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IDENTIFIABILITY OF A MARKOVIAN MODEL OF MOLECULAR EVOLUTION WITH GAMMADISTRIBUTED RATES
, 2008
"... Inference of evolutionary trees and rates from biological sequences is commonly performed using continuoustime Markov models of character change. The Markov process evolves along an unknown tree while observations arise only from the tips of the tree. Rate heterogeneity is present in most real data ..."
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Cited by 5 (2 self)
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Inference of evolutionary trees and rates from biological sequences is commonly performed using continuoustime Markov models of character change. The Markov process evolves along an unknown tree while observations arise only from the tips of the tree. Rate heterogeneity is present in most real data sets and is accounted for by the use of flexible mixture models where each site is allowed its own rate. Very little has been rigorously established concerning the identifiability of the models currently in common use in data analysis, although nonidentifiability was proven for a semiparametric model and an incorrect proof of identifiability was published for a general parametric model (GTR+Γ+I). Here we prove that one of the most widely used models (GTR+Γ) is identifiable for generic parameters, and for all parameter choices in the case of 4state (DNA) models. This is the first proof of identifiability of a phylogenetic model with a continuous distribution of rates.
1 Identifiability of 2tree mixtures for groupbased models
, 909
"... Abstract — Phylogenetic data arising on two possibly different tree topologies might be mixed through several biological mechanisms, including incomplete lineage sorting or horizontal gene transfer in the case of different topologies, or simply different substitution processes on characters in the c ..."
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Cited by 1 (0 self)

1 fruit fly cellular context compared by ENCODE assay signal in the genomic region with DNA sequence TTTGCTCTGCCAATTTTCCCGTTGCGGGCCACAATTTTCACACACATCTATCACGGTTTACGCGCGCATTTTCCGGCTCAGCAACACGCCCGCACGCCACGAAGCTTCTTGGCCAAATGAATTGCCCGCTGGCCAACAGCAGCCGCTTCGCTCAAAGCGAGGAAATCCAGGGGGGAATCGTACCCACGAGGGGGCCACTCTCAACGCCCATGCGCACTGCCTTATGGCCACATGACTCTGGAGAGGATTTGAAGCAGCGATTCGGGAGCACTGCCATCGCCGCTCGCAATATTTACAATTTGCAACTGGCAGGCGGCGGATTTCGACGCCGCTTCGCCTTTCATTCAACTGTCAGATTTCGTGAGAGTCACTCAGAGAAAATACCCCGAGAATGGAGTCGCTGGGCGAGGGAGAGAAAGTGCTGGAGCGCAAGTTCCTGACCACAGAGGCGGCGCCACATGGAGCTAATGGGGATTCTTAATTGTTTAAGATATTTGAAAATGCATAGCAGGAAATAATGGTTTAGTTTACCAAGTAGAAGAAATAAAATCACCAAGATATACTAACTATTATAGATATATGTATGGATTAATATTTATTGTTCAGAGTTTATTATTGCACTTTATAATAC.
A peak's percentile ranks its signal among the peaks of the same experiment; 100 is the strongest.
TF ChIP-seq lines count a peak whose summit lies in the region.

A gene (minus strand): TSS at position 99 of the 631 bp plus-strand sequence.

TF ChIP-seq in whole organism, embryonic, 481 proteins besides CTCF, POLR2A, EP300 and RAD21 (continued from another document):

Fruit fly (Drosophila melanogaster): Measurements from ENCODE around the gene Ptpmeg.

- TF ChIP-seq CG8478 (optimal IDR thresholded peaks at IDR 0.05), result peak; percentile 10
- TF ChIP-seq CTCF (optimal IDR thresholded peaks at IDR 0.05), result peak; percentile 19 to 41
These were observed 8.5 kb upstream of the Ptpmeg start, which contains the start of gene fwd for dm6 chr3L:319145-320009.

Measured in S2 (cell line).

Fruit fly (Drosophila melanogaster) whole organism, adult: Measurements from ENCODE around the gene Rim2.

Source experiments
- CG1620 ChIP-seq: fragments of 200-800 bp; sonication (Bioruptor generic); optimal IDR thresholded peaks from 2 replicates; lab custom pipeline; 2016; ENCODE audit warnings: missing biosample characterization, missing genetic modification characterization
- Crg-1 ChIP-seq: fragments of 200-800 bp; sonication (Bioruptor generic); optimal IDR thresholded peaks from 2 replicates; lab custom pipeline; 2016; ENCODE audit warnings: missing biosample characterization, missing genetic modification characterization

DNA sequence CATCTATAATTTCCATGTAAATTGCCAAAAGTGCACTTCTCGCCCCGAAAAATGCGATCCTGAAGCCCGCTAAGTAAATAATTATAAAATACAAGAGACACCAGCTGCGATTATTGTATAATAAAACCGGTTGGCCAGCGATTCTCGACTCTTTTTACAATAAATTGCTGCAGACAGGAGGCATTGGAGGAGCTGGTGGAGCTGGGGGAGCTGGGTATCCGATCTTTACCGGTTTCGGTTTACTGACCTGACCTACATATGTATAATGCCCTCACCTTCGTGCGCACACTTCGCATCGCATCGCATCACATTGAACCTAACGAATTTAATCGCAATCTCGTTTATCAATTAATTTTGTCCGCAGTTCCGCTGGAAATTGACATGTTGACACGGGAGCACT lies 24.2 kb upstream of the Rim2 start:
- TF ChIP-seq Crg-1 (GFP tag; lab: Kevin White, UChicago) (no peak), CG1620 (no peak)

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Abstract — Phylogenetic data arising on two possibly different tree topologies might be mixed through several biological mechanisms, including incomplete lineage sorting or horizontal gene transfer in the case of different topologies, or simply different substitution processes on characters in the case of the same topology. Recent work on a 2state symmetric model of character change showed such a mixture model has nonidentifiable parameters, and thus it is theoretically impossible to determine the two tree topologies from any amount of data under such circumstances. Here the question of identifiability is investigated for 2tree mixtures of the 4state groupbased models, which are more relevant to DNA sequence data. Using algebraic techniques, we show that the tree parameters are identifiable for the JC and K2P models. We also prove that generic substitution parameters for the JC mixture models are identifiable, and for the K2P and K3P models obtain generic identifiability results for mixtures on the same tree. This indicates that the full phylogenetic signal remains in such mixtures, and that the 2state symmetric result is thus a misleading guide to the behavior of other models. I.
IDENTIFIABILITY OF THE GTR+Γ MODEL OF MOLECULAR EVOLUTION
, 709
"... Abstract. Inference of evolutionary trees and rates from biological sequences is commonly performed using models of character change that incorporate rate variation across sites. Though an incorrect proof of the identifiability of the GTR+Γ+I model has been published, very little has been rigorously ..."